Upgrading the gas to help turn a college gym into mission control for a 1,000-bed hospital on Long Island, this was the task given to our teams by the US Army Corp of Engineers at the height of the coronavirus outbreak in New York. In just seven days the job was done and the hospital ready to open its doors to COVID-19 patients.
The call came in on the morning of 31 March to Mike Presti, a Senior Program Manager on the Downstate New York Customer and Community Team. Before the coronavirus pandemic struck, his day job was looking after some of the region’s biggest gas customers; including all the colleges and universities on Long Island. That’s why he was the one who picked up the phone to the US Army Corp of Engineers.
They had commandeered the campus of SUNY Old Westbury on Long Island to build a 1,000-bed field hospital, to help cope with the anticipated overspill of COVID-19 patients from New York hospitals – and they needed the gas supply upgraded fast.
The Clark Athletic Center, a student gym in ‘peacetime’, was set to become a central hub for healthcare workers, as well as housing up to 102 extra beds. To ensure it had adequate heating and ventilation to keep the doctors, nurses and patients comfortable, the gas supply needed to be increased and the meter upgraded.
The deadline to finish the work was 10 days, a quick turnaround for a project that typically takes a lot longer. Mike understood the critical need to move fast – that day the New York death toll from coronavirus would top 1,000 – so he pulled together a team from across National Grid. It included Customer Meter Services, Gas Field Operations, the welding shop, Customer Connections, Meter and Test, Engineering and Damage Prevention.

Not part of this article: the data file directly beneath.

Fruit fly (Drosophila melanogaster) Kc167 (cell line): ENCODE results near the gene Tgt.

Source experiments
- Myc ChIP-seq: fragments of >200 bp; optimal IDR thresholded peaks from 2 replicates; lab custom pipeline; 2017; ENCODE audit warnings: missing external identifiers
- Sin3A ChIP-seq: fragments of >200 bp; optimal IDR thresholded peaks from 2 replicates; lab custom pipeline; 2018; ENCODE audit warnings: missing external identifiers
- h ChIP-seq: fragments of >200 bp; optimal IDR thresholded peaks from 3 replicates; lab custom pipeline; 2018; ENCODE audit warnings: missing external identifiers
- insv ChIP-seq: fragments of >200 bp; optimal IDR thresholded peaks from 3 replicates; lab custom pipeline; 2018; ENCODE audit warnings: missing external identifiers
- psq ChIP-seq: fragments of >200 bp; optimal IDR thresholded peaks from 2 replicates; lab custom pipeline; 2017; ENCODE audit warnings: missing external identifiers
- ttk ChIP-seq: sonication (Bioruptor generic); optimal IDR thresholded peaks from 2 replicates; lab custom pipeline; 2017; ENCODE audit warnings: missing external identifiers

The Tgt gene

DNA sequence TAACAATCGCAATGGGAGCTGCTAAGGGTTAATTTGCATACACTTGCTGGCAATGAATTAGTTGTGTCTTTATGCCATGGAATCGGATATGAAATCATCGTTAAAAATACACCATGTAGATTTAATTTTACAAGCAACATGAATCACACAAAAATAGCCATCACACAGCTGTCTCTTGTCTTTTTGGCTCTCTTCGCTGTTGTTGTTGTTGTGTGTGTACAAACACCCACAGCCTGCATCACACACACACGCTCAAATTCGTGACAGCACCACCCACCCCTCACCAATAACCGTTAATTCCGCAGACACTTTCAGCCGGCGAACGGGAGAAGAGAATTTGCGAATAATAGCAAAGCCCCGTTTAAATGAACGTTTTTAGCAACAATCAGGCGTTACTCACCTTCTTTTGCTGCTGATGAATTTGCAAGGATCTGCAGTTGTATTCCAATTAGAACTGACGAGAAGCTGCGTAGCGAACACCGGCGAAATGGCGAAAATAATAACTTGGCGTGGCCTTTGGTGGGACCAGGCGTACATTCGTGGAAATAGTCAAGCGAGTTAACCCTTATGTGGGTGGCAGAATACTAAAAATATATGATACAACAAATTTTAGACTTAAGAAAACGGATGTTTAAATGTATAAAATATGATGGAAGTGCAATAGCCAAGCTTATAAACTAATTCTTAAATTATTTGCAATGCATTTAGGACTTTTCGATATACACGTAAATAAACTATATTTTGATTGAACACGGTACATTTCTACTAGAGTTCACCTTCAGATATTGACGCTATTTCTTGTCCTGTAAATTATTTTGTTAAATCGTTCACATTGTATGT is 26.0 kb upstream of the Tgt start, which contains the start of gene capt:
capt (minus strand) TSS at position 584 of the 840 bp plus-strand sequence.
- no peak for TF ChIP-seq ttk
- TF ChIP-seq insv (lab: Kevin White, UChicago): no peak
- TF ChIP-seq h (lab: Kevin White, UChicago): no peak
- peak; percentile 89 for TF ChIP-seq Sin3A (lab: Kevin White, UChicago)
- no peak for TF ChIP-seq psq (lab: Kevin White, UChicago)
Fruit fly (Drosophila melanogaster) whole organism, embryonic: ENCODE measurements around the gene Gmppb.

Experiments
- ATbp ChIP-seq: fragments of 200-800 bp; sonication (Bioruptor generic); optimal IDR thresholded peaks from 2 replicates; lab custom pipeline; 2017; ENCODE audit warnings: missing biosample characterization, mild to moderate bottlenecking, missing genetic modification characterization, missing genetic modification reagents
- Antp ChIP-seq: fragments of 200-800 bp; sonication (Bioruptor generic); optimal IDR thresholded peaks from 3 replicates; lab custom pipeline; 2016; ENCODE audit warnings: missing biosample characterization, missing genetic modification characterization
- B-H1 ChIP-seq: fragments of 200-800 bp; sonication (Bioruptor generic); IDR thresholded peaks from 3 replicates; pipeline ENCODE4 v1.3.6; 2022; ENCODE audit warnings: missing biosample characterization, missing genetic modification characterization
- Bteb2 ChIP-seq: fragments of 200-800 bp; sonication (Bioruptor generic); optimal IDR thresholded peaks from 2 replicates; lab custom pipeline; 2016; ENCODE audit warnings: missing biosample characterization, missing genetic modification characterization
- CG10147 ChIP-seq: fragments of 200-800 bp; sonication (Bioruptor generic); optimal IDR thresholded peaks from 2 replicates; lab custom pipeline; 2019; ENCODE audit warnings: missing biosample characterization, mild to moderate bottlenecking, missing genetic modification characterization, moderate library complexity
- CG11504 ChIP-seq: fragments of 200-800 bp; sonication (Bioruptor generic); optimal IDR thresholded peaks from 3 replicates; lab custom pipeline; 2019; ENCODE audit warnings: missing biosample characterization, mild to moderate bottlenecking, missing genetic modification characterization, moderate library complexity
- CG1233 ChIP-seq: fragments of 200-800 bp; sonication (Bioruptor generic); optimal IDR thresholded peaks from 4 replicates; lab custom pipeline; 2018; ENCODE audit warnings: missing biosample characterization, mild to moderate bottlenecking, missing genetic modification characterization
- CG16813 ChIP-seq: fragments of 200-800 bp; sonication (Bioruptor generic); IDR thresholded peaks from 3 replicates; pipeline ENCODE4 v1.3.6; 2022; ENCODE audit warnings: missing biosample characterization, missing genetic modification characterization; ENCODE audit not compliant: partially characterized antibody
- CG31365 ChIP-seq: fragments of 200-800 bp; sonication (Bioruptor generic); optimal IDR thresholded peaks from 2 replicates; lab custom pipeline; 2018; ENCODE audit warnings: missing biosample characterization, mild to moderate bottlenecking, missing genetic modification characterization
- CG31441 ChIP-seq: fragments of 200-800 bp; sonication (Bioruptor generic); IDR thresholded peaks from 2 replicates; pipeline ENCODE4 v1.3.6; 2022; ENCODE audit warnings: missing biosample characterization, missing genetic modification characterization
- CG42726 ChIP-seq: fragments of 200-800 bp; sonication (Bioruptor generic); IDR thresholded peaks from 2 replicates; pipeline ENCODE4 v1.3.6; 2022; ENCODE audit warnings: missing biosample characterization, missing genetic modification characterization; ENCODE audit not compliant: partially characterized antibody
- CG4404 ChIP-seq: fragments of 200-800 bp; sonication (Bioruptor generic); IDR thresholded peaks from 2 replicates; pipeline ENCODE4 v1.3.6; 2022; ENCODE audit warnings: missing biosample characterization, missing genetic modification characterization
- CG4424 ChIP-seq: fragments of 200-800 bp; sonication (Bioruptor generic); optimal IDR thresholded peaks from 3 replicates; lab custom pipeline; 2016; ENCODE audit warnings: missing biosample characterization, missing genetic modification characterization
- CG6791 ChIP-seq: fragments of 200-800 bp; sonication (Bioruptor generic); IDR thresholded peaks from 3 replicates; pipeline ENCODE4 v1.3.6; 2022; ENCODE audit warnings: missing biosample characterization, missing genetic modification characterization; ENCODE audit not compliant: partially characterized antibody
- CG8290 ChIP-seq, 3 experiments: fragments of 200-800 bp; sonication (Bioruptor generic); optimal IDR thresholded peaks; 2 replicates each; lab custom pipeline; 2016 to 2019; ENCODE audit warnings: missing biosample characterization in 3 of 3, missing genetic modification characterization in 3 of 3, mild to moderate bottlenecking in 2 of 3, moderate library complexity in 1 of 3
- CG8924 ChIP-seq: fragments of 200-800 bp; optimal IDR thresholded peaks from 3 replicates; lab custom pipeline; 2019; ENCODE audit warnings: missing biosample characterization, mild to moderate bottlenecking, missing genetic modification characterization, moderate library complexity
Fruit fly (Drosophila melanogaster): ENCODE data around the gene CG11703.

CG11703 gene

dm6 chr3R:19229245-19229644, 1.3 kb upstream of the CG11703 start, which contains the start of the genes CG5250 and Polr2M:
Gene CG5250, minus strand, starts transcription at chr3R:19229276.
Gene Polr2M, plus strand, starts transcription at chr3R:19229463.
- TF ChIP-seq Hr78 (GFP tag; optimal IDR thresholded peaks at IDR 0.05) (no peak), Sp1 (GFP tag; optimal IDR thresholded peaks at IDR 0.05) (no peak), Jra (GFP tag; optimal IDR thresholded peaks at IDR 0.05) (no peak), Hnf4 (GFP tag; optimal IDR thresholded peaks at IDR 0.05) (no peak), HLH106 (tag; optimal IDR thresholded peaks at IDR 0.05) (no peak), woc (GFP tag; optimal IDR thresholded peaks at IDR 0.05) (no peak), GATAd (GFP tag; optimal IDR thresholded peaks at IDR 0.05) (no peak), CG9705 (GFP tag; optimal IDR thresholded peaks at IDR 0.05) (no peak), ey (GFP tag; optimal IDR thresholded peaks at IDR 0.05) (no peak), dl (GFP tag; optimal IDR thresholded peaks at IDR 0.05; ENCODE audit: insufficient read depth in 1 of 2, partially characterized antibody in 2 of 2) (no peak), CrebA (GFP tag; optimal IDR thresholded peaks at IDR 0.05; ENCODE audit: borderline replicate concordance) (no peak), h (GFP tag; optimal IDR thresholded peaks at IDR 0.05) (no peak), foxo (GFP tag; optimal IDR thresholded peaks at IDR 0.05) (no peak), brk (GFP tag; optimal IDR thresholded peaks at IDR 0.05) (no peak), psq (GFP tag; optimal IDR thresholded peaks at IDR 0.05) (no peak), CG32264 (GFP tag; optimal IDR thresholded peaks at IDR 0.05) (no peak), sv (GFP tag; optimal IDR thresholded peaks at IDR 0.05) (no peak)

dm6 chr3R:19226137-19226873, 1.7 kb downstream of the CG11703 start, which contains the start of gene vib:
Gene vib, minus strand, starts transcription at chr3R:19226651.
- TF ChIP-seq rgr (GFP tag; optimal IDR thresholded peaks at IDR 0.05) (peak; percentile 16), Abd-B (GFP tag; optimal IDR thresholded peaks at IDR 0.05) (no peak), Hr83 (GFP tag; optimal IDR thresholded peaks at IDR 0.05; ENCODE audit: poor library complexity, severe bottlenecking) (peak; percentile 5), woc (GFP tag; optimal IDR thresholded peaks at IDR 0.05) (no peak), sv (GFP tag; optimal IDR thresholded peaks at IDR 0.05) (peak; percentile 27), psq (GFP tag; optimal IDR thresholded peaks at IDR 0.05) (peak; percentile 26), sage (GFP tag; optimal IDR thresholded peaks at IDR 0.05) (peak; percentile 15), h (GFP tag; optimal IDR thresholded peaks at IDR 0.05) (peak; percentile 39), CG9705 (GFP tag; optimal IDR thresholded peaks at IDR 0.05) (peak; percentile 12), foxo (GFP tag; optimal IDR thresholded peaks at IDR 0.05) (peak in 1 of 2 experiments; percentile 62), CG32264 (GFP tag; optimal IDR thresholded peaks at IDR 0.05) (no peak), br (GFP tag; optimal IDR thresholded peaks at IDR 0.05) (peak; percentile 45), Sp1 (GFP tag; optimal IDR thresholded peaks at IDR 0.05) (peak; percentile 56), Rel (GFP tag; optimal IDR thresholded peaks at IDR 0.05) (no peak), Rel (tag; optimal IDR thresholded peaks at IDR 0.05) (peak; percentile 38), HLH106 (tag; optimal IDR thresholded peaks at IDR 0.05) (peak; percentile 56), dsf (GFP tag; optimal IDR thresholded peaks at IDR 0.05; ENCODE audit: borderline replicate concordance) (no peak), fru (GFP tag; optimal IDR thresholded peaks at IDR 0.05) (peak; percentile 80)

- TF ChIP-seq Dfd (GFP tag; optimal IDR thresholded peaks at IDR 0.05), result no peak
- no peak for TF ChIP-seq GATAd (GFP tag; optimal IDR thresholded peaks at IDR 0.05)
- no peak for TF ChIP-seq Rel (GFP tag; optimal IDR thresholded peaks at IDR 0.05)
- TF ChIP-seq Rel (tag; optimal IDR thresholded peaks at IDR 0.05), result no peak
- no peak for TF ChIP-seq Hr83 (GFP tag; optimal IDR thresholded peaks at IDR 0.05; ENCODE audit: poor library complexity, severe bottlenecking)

“We looped everyone in from the outset, so no one was waiting on anyone else to start work. People recognized how significant this project was, as it was at the height of the coronavirus pandemic. We broke down the usual processes, so we could get the gas in to immediately start serving patients and healthcare workers,” explains Mike.
Because some other work is on hold during the lockdown, more hands could quickly be diverted to this project. This, along with exceptional collaboration, allowed the teams to beat their deadline and work was completed within just seven days.
“People really took pride in this vital project, as they knew how important it was to the people of Long Island,” says Mike.
The hospital is made up of 23 pop-up tents with 1,000 patient beds, as well as the athletic center. The purpose was to offer overflow capacity for New York’s overstretched hospitals. “It could take patients immediately, but as far as I know it isn’t being fully used yet, which is good news as it means the curve is being flattened,” explains Mike.